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International Institutions Today: An Imperial Global State in the Making, by B. S. Chimni

"The article argues that a growing network of international institutions — economic, social, and political — constitute a nascent global state, whose current task is to realize the interests of an emerging transnational capitalist class in the international system to the disadvantage of subaltern classes in the third and first worlds. The evolving global state formation can therefore be described as having an imperial character. Underpinning the emerging imperial global state is a web of sub-national authorities and spaces that represent, along with non-governmental organizations, its decentralized face. These developments, it is contended, seriously undermine substantive democracy at both inter-state and intra-state levels. Eight possible objections to the thesis that a nascent global state having an imperial character has evolved are next considered and rejected. The concluding section briefly explores the question as to whether international institutions can be reformed, the vision that should inform change, and some concrete proposals in this regard. It argues the case for a complex internationalism in which statist reforms are necessary in the short and medium terms. These reforms can only be brought about by a powerful global social movement."

The neoliberal (counter-) revolution

G Duménil, D Lévy There is a dramatic contrast between the last twenty years of the 20th century and the previous decades since World War II. It is common to describe the last twenty years of capitalism as “neoliberalism”. Indeed, during the transition between the 1970s and 1980s, the functioning of capitalism was deeply transformed, both within countries of the center and in the periphery. The earlier capitalist configuration is often referred to as the “Keynesian compromise.” Without simplifying too much, those years could be characterized, in the center countries—United States (and Canada), Europe, and Japan—by large growth rates, sustained technological change, an increase in purchasing power and the development of a welfare system (concerning, in particular, health and retirement) and low unemployment rates. The situation deteriorated during the 1970s, as the world economy, in the wake of the decline of the profit rate, entered a “structural crisis.” Its main aspects were diminished growth rates, a wave of unemployment, and cumulative inflation. This is when the new social order, neoliberalism, emerged, first within the countries of the center—beginning with the United Kingdom and the United States—and then gradually exported to the periphery. We explore below the nature of neoliberalism and its balance sheet after nearly a quarter of a century. Neoliberalism is often described as the ideology of the market and private interests as opposed to state intervention. Although it is true that neoliberalism conveys an ideology and a propaganda of its own, it is fundamentally a new social order in which the power and income of the upper fractions of ruling classes—the wealthiest persons—was reestablished in the wake of a set back. Although the conditions which accounted for the structural crisis were gradually superseded, most of the world economy remained plagued by slow growth and unemployment, and inequality increased tremendously. This was the cost of a successful restoration of the income and wealth of the wealthiest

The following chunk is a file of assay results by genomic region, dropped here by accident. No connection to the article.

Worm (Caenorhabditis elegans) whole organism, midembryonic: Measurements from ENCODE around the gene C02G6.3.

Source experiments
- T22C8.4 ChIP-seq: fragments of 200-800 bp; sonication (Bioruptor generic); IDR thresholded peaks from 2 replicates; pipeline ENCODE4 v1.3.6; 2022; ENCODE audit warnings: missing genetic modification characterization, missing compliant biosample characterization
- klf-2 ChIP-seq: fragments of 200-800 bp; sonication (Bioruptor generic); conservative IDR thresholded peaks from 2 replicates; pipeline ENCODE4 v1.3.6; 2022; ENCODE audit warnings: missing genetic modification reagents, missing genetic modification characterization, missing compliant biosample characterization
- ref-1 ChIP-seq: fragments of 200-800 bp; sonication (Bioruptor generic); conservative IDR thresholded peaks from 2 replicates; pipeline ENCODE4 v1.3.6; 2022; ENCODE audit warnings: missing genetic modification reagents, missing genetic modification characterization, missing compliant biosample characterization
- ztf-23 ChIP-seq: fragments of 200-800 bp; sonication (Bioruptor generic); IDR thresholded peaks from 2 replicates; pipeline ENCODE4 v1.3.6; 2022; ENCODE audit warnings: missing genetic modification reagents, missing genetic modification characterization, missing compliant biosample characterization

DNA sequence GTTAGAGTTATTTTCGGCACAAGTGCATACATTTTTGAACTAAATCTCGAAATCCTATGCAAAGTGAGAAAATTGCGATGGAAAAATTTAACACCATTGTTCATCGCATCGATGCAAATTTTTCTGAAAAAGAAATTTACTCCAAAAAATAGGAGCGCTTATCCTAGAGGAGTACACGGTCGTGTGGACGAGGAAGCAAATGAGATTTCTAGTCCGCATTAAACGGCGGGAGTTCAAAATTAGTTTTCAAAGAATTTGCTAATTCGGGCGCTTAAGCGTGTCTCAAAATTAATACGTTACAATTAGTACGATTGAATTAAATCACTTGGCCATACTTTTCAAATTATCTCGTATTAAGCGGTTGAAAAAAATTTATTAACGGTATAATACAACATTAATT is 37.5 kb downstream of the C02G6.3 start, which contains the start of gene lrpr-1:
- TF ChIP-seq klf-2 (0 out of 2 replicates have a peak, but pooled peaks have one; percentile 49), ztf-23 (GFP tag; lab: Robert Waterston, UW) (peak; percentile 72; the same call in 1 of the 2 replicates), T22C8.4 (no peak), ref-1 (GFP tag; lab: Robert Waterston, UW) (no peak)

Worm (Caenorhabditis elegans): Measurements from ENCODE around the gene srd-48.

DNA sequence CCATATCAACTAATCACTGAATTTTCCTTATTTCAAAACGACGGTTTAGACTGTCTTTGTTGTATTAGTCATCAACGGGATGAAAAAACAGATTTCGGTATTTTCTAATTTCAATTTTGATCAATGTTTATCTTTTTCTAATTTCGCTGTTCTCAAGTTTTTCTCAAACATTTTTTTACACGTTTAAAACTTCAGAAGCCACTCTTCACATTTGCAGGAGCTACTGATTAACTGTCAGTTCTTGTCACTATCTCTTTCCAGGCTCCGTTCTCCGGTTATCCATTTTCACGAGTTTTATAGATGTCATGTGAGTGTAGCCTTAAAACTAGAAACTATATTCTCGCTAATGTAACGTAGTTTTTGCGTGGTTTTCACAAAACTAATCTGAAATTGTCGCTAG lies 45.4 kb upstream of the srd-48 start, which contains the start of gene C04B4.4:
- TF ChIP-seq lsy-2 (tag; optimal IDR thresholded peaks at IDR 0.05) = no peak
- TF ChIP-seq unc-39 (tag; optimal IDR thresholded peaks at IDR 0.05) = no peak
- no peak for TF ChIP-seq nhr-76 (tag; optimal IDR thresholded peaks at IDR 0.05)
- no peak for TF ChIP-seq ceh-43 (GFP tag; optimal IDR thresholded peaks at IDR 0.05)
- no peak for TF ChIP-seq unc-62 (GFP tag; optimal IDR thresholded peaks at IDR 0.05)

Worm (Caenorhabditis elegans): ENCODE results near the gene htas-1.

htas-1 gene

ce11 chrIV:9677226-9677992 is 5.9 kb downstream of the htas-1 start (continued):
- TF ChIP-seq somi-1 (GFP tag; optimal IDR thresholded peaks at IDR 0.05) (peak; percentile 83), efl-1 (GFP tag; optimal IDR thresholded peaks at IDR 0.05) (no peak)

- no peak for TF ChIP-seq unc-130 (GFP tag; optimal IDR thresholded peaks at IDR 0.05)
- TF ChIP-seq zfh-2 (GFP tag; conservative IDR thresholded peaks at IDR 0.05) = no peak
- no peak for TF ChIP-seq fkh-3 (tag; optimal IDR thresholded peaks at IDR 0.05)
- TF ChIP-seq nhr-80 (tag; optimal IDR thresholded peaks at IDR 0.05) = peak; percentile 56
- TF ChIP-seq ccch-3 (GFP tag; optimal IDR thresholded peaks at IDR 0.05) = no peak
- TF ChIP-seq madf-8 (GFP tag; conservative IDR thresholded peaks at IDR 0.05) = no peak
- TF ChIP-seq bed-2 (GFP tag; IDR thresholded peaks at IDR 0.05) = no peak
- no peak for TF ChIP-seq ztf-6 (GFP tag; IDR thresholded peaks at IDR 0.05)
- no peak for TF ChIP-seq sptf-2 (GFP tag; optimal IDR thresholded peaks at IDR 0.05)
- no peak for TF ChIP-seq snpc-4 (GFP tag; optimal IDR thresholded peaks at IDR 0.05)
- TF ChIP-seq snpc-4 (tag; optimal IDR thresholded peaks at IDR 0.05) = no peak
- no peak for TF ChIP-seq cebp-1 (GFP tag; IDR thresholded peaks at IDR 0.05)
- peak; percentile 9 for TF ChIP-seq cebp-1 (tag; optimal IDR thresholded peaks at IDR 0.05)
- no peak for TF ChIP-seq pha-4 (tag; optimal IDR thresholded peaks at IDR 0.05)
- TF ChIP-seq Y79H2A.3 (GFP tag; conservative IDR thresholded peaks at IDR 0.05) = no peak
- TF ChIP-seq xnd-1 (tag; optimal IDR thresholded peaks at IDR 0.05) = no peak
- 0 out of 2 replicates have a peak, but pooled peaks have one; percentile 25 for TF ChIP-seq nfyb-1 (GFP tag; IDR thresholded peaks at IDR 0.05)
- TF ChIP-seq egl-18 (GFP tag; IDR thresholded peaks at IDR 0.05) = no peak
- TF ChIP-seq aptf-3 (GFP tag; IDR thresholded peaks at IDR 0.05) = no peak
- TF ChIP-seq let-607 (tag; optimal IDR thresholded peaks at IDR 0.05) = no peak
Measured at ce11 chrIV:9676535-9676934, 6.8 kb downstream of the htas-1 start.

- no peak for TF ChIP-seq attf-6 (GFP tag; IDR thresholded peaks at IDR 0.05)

A Just World Under Law: A View From the South by BS Chimni

This is an important work - very much worth reading. Here are two quotes from it.: "Transnational capital sees a borderless world economy as its field of operation leading to the globalization of national production and financial systems. Its third world component plays the role of a junior partner with the crucial task of legitimizing the vision of global capital in its own world. There is also support for this vision in a growing global middle class that hopes to benefit from the ongoing globalization process." ... then he goes on to discuss a number of core concepts which need discussion - "The unified global economic space is being established through a range of international law instruments that include international trade law as embodied in World Trade Organization ("WTO") texts and international monetary law as prescribed by international financial institutions. The key development here is the prescription of minimum uniform global standards. That is to say, irrespective of the sovereign territory on which transnational capital operates it is increasingly governed by the same set of norms or norms that possess family resemblance. For example, every WTO member state has to abide by the norms governing intellectual property rights as embodied in the WTO Agreement on Trade-Related Aspects of Intellectual Property Rights ("TRIPS"). Some states merely get a longer transition period in which to implement them. The examples can easily be multiplied. The emergence of a unified global economic space may also be conceptualized in terms of the growing internationalization of property rights through the medium of international law. Indeed, the phenomenon of internationalization of property rights is crucial to the creation of a unified global economic space. "